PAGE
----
Glass Customization Guide Image

It's now time to get the design on the glass. I highly, highly recommend using a glue-stick to just glue on your stencil. You want every part of your design to stick to the glass. Every corner, every thin tip, and every small, separate piece. If the etching cream can seep under the stencil, it will etch that part, which can make the end result look a little wonky.
The advantage of glue-stick glue is that it allows you to move the design a little after putting it on the glass, so if you accidentally put it on at an angle, simply shifting it carefully should fix it. It's also a glue that is easy to remove, so if you do move your design, a wet q-tip usually does the trick when you need to remove any smudges.

Glass Customization Guide Image

It's time to put on your gloves and other protective equipment, and grab your glass etching cream. Make sure you follow the instructions and warning labels, as not all creams are the same.
Simply cover the glass with the cream, let it sit for however long the instructions dictate, then wash it off with (warm) water, and you're pretty much done.
I did experiment a little more, as well as run into some challenges. For one, the given time didn't always work out perfectly, so I left the cream on a little longer for a cleaner result. About 6 minutes instead of to the instructed 5.
It was also unclear how much cream needed to be put on. I went with a coating thick enough to no longer be able to see through it, anything thinner gave me uneven results. The image below shows how thick it was.

Glass Customization Guide Image

The cream I used also had sharp, glass-like pieces in it. You can see one in the image above, on the left side of the glass. These sometimes left small marks on the glass, so I made sure they either were removed from the cream (simply use your brush on a paper towel), or that they were on top of a stencil, which is the case in the image above.
Assuming everything went well, you should have a glass with your design on it. Below are two more images to show some of the results I've had.

Glass Customization Guide Image
Glass Customization Guide Image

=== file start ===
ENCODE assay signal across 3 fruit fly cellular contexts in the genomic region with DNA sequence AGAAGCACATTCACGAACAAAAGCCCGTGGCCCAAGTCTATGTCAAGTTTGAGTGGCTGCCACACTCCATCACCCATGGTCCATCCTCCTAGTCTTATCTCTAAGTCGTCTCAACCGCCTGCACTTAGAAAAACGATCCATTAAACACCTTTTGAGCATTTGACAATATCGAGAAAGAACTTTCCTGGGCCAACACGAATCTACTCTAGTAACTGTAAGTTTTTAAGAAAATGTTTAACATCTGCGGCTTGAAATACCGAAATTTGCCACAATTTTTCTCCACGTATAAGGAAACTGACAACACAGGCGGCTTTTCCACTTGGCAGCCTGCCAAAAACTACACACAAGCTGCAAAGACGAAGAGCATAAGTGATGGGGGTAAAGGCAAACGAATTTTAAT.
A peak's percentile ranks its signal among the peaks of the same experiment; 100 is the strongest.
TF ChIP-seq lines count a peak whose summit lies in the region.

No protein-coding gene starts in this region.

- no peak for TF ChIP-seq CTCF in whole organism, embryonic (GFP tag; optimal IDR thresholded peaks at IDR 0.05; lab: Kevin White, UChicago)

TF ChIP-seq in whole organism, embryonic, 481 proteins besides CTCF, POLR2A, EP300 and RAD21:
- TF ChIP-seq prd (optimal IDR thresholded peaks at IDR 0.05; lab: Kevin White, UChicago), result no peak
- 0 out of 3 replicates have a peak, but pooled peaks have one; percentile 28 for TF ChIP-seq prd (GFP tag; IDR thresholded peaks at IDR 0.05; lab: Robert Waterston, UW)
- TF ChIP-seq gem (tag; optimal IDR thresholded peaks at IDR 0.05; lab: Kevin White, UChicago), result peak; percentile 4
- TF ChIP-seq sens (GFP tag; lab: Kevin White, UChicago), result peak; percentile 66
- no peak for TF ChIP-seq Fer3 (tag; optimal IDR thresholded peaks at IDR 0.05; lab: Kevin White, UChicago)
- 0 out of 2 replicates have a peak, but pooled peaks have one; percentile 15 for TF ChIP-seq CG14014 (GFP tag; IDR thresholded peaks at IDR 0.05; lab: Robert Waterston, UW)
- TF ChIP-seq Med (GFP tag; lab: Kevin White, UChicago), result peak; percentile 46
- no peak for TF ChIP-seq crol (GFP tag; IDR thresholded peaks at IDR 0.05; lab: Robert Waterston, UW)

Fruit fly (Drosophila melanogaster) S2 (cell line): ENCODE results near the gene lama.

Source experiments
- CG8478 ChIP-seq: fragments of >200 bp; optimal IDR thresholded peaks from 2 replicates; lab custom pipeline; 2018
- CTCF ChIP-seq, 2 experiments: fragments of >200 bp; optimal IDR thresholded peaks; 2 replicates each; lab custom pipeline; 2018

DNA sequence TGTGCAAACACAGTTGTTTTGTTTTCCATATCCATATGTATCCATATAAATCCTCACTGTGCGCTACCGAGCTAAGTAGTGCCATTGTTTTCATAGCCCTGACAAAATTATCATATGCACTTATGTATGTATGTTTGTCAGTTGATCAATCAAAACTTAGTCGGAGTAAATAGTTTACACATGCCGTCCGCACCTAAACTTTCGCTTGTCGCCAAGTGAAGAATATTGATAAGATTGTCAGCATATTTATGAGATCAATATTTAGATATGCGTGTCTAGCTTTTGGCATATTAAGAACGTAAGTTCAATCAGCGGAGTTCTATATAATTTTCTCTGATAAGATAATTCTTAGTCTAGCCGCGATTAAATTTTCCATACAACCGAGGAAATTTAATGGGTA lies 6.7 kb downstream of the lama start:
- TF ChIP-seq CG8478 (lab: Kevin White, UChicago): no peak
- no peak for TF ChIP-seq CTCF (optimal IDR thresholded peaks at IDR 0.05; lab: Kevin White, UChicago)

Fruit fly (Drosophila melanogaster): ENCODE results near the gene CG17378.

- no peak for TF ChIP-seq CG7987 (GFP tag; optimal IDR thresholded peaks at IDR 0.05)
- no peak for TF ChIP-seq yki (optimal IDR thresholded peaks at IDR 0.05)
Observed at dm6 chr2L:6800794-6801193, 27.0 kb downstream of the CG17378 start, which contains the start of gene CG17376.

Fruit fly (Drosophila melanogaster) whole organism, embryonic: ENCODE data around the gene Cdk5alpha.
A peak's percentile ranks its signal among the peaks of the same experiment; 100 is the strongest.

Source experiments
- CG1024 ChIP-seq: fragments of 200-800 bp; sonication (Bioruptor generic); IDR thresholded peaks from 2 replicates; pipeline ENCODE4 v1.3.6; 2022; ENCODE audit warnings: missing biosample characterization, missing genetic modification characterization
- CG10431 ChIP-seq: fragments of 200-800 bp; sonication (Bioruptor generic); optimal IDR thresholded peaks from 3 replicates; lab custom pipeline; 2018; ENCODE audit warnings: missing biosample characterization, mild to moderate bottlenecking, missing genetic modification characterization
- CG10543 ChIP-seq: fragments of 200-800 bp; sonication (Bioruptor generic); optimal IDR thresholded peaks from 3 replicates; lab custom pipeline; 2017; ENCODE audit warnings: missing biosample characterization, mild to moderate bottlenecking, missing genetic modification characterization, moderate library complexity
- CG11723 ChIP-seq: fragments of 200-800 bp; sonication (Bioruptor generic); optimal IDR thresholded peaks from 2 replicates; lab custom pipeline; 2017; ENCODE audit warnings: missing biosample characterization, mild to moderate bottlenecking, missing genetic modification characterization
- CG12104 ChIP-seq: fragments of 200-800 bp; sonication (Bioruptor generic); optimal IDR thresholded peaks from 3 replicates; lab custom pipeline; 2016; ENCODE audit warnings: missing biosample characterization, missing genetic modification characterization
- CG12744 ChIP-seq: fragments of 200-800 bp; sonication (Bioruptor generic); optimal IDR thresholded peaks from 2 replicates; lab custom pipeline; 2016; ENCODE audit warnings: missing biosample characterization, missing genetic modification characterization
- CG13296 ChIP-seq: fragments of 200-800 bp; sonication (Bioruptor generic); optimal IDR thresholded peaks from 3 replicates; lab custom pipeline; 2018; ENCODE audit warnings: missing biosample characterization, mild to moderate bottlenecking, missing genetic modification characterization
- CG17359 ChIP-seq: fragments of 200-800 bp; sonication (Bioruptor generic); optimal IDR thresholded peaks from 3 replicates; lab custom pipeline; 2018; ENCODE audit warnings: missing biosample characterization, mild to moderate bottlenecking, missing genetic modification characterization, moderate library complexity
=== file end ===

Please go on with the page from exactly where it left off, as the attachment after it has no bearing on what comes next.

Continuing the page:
Final tips

I'll leave you with some final tips that helped me during my creations.

- Do a test run first. Grab a mason jar, a piece from a glass you may have dropped, or just a regular glass you don't mind altering. This'll give you a feel of everything, which really helped me during my creations.
- Buy second hand glasses. Depending on where you live, there's probably a charity shop or thrift shop around you with simple, cheap glasses. Ideal to cut costs, and to create cheap, yet amazing looking results with the bonus of recycling.
- Use straight glasses. Depending on your design, getting it on spherical glasses can be really difficult. It's definitely possible, just make sure the cream can't seep under your design anywhere.
- If you make a mistake, redo everything. Touching up missed bits just leads to a spotty result, so it's better to just redo everything, preferably with a different design. Using the inverted method mentioned earlier usually does the trick.
- Masking tape is your friend. With masking tape you can create easy straight lines (see the bottom of my dice result), but even with tape alone you can create great looking results. Tape off the top and bottom, fill in the center with cream, and poof! A more expensive looking glass from what could've been a 50 cent glass purchase.
- Customize more than just glasses. Mirrors are one option, but some creams can etch other materials too (like certain plastics), make sure you check the instructions for this though.